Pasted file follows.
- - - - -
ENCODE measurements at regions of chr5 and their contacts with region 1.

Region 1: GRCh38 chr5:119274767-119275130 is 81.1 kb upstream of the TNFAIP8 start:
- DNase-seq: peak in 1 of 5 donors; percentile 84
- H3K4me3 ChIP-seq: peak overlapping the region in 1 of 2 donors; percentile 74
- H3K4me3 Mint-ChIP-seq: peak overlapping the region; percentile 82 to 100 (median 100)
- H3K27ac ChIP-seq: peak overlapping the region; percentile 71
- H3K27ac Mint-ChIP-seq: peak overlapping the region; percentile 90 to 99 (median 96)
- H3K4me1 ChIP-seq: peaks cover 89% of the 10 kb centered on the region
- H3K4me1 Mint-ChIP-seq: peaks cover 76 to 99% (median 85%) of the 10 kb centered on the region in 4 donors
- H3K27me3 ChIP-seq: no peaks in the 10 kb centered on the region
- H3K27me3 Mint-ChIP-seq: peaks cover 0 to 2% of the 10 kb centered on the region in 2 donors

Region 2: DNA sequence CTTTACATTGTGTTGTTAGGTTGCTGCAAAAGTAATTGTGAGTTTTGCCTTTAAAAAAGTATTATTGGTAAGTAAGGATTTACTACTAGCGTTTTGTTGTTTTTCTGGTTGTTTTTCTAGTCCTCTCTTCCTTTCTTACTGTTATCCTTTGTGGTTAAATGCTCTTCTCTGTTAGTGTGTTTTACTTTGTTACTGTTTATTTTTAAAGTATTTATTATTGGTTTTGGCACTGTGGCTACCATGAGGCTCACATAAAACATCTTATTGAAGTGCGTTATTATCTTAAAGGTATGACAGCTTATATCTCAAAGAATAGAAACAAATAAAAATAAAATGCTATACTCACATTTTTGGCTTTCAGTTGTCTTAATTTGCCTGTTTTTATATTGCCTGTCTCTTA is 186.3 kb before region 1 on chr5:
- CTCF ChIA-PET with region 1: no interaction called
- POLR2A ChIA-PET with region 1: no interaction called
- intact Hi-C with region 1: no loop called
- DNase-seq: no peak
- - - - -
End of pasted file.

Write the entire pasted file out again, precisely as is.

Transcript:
ENCODE measurements at regions of chr5 and their contacts with region 1.

Region 1: GRCh38 chr5:119274767-119275130 is 81.1 kb upstream of the TNFAIP8 start:
- DNase-seq: peak in 1 of 5 donors; percentile 84
- H3K4me3 ChIP-seq: peak overlapping the region in 1 of 2 donors; percentile 74
- H3K4me3 Mint-ChIP-seq: peak overlapping the region; percentile 82 to 100 (median 100)
- H3K27ac ChIP-seq: peak overlapping the region; percentile 71
- H3K27ac Mint-ChIP-seq: peak overlapping the region; percentile 90 to 99 (median 96)
- H3K4me1 ChIP-seq: peaks cover 89% of the 10 kb centered on the region
- H3K4me1 Mint-ChIP-seq: peaks cover 76 to 99% (median 85%) of the 10 kb centered on the region in 4 donors
- H3K27me3 ChIP-seq: no peaks in the 10 kb centered on the region
- H3K27me3 Mint-ChIP-seq: peaks cover 0 to 2% of the 10 kb centered on the region in 2 donors

Region 2: DNA sequence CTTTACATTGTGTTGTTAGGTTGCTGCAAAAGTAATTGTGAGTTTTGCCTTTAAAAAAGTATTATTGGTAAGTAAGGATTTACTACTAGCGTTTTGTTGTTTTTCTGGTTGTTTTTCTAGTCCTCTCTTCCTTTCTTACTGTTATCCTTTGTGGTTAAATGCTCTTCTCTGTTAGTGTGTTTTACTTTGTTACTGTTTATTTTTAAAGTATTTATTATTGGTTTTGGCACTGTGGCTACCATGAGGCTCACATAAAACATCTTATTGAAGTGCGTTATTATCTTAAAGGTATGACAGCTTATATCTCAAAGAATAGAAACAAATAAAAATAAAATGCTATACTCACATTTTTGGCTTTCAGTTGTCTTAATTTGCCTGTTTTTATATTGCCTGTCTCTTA is 186.3 kb before region 1 on chr5:
- CTCF ChIA-PET with region 1: no interaction called
- POLR2A ChIA-PET with region 1: no interaction called
- intact Hi-C with region 1: no loop called
- DNase-seq: no peak